Delhi’s iconic Gole Market to house museum of culture and history
Delhi’s iconic Gole Market near Connaught Place could soon be turned into a museum to house materials of cultural and historical importance – all related to Delhi. Built in 1921, the market is a heritage building near Connaught Place. It was declared dangerous in 2007delhi Updated: Jul 24, 2017 10:11 IST
Delhi’s iconic Gole Market near Connaught Place could soon be turned into a museum to house materials of cultural and historical importance – all related to Delhi.
“We have decided to convert the heritage building of Gole Market into a New Delhi museum. The restoration project and setting up of the museum is likely to be completed by the September, 2018,” said Naresh Kumar chairperson of New Delhi Municipal Council.
Besides photographs and other display material such as paintings, statues and literature based on the socio-economic, cultural and political aspects and conditions of pre- and post-independent period of the country, the contribution and sacrifice of freedom fighters would be also depicted in the museum.
“The museum would have four components – photo exhibition, documentary films, freedom movement and paintings and sculpture. We are in touch with some organisations, government departments and individuals o procure rare items,” an NDMC official said.
Rare photos like the ones from the Delhi Durbar of 1911, in which the decision to shift the country’s capital to Delhi was announced and photos depicting construction work of Lutyens’ Delhi would be displayed in the photo exhibition gallery.
“We are in touch with some organisations such as Mahatta & Co in Connaught Place which has some rare collections. Besides this, efforts are on to procure old and rare photos from the archives of the ministry of information and broadcasting. Some old time photographers also have a good collection which would like to display,” said the official.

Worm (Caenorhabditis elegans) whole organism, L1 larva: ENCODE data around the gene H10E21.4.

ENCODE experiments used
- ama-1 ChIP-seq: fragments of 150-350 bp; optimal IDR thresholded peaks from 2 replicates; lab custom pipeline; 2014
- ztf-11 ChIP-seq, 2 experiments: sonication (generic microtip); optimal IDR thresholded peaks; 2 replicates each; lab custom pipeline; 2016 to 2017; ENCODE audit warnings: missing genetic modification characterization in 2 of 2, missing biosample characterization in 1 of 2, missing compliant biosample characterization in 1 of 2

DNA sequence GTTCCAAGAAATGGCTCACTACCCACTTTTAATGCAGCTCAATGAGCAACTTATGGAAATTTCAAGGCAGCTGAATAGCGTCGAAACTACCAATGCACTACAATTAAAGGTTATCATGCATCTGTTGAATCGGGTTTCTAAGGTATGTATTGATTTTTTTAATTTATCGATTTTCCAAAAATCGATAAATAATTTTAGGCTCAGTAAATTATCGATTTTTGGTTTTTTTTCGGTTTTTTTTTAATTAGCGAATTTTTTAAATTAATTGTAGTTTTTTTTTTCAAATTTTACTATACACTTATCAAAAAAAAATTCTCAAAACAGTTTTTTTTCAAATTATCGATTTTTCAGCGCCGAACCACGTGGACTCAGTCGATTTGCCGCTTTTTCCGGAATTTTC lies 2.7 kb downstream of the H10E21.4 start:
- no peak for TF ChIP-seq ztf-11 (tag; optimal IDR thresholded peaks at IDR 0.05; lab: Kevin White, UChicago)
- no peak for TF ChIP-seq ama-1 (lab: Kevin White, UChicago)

The documentary film section would act like a mini-amphitheatre where citizens would be able to see some documentary films and news reels related to Delhi both from the pre and post independence era.
The third section on freedom movement would tell stories of India’s struggle to freedom and the various incidents that took place in Delhi and the freedom fighters such the Hardinge Bomb Case of 1912.
The last section would include the artwork of India’s eminent painters and sculptors depicting the cultural and socio-economic aspects of Delhi of both pre and post independence era.
The revitalization plan also involves architectural restoration of historic edifice, creation of a central food court, provision of toilets, drinking water, and fountains in the courtyard,” the official said.
“The museum will provide an opportunity for free discussion and dialogue. It would help to sensitize teachers, adults, youth and woman organizations through interacting discussions on the government programmes and activities for the promotion and better understanding of its heritage and its agenda for national growth and development and general emancipation,” he added.
Built in 1921 at Point Y, as a subsidiary market to the prime business centre of Connaught Place, this market was designed to serve the needs of the residential population, primarily centred around grain, milk, vegetable and general market.
This is however not for the first time that renovation plans for the Gole Market is being planned. Several shopkeepers had to be shifted after the redevelopment plan was conceived in 2006. It led to a long drawn legal battle between the NDMC and local traders until the Supreme Court passed an order in NDMC’s favour in 2013. The structure was declared unsafe in 2007.
“They have been saying this for the past several years. They were supposed to complete the renovation before the Common Wealth Games. It was only because of this renovation that all the shopkeepers had to shift. Some of the shop keepers were doing business since the 1940s,” said Ravi Kant Jain, officiating secretary of the Gole Market Traders Association.
“The purpose of conservation of this building is not to freeze its current status but to adopt it to a modern use of modern facilities sensitively,” said Kumar.